Who was that shotgun really pointed at?

Okay, so Dick Cheney shot and almost (so far, anyway) killed a man. There's something very smelly about the whole affair, but what I'm smelling most strongly from the Bush White House and the Republican leadership is this: it may be that Dick Cheney's days as VP are growing very short.

In the last week or so, we've been reading an awful lot about how Scooter Libby's "immediate superiors," i.e. Dick Cheney and George W Bush, authorized him to 'leak' classified information. High-ranking Republicans have been suggesting, in public, that this might warrant an investigation ... and then the dicey sounding shooting/coverup. It looks to me like "Big Time" is being prepped for a resignation.

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Gore emerging as the un-Hillary for 2008

Sure, strategic vision is a republican polling firm, but Chris Bowers had recently quoted their poll to talk about Rendell's numbers I believe. So, let's look at 5 most recent polls in stratetic vision's series of state polls.

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ARG Polls 2008 Dem Primaries in NH and SC (and others)

American Research Group has the first primary polls for the Democratic nomination in 2008 from New Hampshire and South Carolina (and a few other, less important states). The results are not really surprising:


                    NH     SC
Clinton         32     30
Edwards        9     15
Gore              5      8
Kerry             7      4
Clark             2      7
Warner         2      2
Biden            2      1
Feingold        2      1
Bayh             1      1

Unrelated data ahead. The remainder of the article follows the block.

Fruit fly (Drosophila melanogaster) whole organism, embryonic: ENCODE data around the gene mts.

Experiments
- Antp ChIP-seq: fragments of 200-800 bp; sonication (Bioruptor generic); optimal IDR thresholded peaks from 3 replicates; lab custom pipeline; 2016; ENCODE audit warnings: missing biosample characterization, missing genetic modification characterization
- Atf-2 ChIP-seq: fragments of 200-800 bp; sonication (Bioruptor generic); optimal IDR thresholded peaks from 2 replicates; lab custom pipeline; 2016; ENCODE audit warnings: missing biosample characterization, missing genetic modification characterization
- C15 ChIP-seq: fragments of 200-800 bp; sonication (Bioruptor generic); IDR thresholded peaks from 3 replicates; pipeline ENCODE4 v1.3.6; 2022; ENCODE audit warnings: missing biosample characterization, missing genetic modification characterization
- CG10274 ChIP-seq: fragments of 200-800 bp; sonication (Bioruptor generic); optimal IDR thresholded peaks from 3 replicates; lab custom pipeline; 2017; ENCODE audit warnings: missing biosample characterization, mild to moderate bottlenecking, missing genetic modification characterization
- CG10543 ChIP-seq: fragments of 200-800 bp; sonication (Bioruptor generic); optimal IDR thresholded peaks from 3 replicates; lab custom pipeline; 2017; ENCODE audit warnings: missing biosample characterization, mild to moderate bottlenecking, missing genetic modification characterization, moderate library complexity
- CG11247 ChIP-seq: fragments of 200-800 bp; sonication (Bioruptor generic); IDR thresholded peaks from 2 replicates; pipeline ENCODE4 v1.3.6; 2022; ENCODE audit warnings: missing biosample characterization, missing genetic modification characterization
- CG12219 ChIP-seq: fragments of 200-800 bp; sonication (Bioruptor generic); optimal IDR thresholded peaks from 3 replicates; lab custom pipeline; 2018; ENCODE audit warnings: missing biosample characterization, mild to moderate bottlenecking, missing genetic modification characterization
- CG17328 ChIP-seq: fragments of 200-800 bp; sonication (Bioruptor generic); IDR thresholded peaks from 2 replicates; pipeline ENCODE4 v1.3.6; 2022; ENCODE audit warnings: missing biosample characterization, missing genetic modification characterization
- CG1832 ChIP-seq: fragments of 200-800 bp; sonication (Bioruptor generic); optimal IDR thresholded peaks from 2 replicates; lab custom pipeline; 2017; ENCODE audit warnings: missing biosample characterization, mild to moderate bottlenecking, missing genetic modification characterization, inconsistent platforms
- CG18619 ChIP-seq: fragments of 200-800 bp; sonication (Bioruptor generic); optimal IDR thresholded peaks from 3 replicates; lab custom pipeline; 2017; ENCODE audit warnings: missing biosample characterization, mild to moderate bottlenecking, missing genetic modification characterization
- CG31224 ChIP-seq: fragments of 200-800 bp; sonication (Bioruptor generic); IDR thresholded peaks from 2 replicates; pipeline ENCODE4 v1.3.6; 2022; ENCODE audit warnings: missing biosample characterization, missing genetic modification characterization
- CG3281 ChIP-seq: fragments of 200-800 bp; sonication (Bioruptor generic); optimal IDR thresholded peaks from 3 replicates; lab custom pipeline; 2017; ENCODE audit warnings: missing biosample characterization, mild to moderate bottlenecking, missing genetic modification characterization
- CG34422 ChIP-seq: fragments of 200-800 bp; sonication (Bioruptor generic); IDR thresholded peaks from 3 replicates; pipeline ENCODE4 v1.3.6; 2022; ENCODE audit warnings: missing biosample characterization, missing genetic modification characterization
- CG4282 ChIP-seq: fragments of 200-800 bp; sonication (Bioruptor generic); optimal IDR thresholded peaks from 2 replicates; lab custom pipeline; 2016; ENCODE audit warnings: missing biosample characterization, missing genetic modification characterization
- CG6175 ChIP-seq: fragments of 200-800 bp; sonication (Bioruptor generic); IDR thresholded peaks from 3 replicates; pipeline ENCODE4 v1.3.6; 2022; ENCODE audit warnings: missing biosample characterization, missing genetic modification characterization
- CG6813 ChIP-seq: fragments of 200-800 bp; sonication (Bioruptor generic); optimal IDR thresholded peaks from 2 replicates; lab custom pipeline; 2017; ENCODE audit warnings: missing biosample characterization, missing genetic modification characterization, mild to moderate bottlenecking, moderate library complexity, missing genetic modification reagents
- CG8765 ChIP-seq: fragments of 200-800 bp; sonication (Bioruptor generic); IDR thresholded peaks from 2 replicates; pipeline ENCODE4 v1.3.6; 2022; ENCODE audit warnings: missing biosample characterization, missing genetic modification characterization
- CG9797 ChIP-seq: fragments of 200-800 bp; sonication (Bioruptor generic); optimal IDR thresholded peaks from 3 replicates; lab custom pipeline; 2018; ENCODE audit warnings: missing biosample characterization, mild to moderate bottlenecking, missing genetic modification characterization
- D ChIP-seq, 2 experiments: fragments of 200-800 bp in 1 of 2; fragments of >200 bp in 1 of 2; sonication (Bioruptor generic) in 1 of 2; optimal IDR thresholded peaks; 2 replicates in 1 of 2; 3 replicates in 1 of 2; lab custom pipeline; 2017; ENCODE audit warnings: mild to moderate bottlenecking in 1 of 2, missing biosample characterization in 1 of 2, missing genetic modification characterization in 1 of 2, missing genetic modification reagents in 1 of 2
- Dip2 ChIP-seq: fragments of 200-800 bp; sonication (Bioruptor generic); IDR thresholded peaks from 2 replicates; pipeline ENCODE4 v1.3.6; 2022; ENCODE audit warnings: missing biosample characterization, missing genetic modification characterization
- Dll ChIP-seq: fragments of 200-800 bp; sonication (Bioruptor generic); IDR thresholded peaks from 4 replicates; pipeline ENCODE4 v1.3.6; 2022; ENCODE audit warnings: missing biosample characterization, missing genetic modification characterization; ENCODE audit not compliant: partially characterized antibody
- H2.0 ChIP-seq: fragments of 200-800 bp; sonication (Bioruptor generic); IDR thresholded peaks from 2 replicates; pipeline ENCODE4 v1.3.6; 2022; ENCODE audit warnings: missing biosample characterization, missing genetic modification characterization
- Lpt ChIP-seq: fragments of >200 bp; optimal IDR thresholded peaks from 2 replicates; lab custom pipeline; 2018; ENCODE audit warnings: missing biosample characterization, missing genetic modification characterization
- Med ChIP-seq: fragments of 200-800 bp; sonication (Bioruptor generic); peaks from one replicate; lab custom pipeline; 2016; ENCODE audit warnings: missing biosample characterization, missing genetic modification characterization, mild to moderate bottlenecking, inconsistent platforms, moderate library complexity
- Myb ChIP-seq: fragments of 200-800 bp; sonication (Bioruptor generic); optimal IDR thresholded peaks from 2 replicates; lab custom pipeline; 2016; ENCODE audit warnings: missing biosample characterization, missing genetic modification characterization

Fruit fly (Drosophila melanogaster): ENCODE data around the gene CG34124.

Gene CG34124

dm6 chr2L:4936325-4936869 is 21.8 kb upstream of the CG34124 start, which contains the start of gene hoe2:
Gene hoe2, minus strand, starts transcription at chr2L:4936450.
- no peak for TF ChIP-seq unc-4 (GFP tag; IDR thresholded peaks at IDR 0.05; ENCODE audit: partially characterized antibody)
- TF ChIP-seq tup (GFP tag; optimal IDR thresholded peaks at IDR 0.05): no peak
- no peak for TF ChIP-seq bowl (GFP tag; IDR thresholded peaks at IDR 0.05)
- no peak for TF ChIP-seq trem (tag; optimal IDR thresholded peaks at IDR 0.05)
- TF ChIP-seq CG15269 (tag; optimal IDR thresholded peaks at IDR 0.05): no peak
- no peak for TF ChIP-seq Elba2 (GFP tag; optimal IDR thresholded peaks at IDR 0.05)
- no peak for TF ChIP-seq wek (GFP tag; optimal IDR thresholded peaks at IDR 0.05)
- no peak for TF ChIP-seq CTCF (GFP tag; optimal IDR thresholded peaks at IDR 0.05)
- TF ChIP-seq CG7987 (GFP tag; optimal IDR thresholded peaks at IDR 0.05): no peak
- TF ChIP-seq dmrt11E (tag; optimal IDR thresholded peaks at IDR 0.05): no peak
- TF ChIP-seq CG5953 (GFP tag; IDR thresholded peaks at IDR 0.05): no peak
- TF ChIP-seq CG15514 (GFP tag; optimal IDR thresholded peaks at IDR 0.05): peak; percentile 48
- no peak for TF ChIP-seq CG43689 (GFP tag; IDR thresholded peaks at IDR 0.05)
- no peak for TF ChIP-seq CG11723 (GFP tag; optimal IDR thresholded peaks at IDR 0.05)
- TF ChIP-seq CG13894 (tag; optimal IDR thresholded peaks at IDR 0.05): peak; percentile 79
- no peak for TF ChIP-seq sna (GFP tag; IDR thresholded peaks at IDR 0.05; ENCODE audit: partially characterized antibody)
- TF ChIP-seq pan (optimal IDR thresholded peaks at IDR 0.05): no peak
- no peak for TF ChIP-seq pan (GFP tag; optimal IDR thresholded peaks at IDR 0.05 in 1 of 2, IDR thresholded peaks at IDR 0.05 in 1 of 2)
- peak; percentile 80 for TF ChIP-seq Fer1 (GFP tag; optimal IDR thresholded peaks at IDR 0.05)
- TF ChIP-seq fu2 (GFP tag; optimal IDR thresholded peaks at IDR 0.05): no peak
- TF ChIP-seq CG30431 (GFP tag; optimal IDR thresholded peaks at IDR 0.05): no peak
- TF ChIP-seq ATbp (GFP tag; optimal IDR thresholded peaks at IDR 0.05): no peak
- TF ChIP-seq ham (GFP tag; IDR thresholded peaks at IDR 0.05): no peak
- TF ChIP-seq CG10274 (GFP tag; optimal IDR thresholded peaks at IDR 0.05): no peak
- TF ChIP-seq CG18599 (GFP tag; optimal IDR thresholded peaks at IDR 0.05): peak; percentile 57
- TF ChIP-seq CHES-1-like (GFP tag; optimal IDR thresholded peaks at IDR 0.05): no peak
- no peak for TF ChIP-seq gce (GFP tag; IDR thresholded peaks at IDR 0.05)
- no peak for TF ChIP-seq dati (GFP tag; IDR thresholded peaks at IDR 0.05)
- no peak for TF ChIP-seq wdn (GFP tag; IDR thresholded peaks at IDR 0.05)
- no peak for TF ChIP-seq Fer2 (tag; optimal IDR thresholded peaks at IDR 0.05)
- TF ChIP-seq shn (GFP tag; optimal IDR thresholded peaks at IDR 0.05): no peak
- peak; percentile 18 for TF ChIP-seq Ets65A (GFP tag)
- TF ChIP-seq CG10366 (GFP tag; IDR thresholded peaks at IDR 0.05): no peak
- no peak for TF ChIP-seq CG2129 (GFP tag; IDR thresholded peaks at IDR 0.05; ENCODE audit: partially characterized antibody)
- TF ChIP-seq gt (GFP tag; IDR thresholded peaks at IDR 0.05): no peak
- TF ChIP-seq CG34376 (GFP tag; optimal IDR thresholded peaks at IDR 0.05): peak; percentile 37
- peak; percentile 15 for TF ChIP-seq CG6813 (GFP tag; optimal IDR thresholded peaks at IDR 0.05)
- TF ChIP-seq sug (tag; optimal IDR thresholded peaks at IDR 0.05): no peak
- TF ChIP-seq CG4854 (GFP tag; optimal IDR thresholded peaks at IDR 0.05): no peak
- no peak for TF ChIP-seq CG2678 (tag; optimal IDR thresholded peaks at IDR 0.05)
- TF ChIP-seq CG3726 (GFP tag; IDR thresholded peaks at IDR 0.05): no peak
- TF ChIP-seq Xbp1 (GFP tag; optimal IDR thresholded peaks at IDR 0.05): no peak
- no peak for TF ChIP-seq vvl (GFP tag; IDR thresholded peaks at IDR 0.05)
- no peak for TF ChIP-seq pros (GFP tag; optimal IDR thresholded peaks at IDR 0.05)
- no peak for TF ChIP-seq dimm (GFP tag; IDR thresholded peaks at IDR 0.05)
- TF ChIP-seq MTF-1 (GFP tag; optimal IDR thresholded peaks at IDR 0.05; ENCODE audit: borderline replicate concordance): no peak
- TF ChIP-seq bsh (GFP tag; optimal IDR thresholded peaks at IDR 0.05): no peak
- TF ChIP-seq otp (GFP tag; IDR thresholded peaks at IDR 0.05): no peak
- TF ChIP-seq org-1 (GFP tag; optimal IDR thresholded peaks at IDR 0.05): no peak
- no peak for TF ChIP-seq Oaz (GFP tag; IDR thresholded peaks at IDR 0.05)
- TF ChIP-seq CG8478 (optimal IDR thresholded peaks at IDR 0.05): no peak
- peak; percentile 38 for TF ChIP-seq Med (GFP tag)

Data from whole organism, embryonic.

Richardson    1      -
Unsure       31     36

What sort of opportunity does a non-Clinton have to emerge?


                     NH    SC
Clinton           32    30
Non-Clinton    37    34
Unsure           31    36

There does appear to be an opportunity for a non-Clinton to emerge. However, such an opportunity is a narrow one, and probably won't happen in a crowded field.

As Scott pointed out on the Republican side, these polls do not tell the entire story. Influential party activists on both sides will go a long way toward reshaping the standings of the field. In particular, it would seem that Feingold, Clark, Warner and Edwards have significant potential for upward movement, considering the esteem in which they are held among the activist base. Gore would have much of the same if he ever made any indication at all that he would run for something in 2008.

Of course, a lot also depends on who runs. Right now, I can't see any possible path for Biden, Kerry and Daschle (and Vilsack). All of the others remain in long-shot status against Clinton, although some are more longshot than others. If Clinton doesn't run, ala Gore not running last time, the field become wide open.

As for the poll, I wish they had done favorable and name recognition numbers instead of trial heats. We would have learned a lot more if the poll had been conducted that way.

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"Governor Nobody"?

To follow up on yesterday's piece on conservatives' love of Virginia Senator George Allen, it's worth noting that there's another Virginian expected to be a part of the 2008 primary scene. Governor Mark Warner (aka Jerome's boss) was profiled in the Rupert Murdoch-owned The Times of London on Sunday. The piece was titled (what else?), "Governor Nobody sneaks up on Hillary." It's an interesting examination of Warner as the emerging anti-Hillary of 2008.

Warner hopes to become America's Tony Blair, running to the right of the Democrat party to win the support of disaffected Republicans and independents.

"The sensible centre is wide open in this country," he said. "There's a lot the Democrats can learn from Tony Blair. He is an extraordinary world leader and a man of great conviction."

For his part, Warner has learnt not to question the decision to invade Iraq. As a former governor, rather than a senator like Clinton, he does not have to explain away any embarrassing votes for or against military intervention.

At a time of war, one of Warner's greatest areas of vulnerability is his lack of foreign policy and national security expertise. He is being coached by several former Clinton White House officials, including Richard Clarke, a former counter-terrorism adviser, and Ivo Daalder, an expert on Europe at the Washington-based Brookings Institution.

"I was impressed," said Daalder. "He is a smart guy."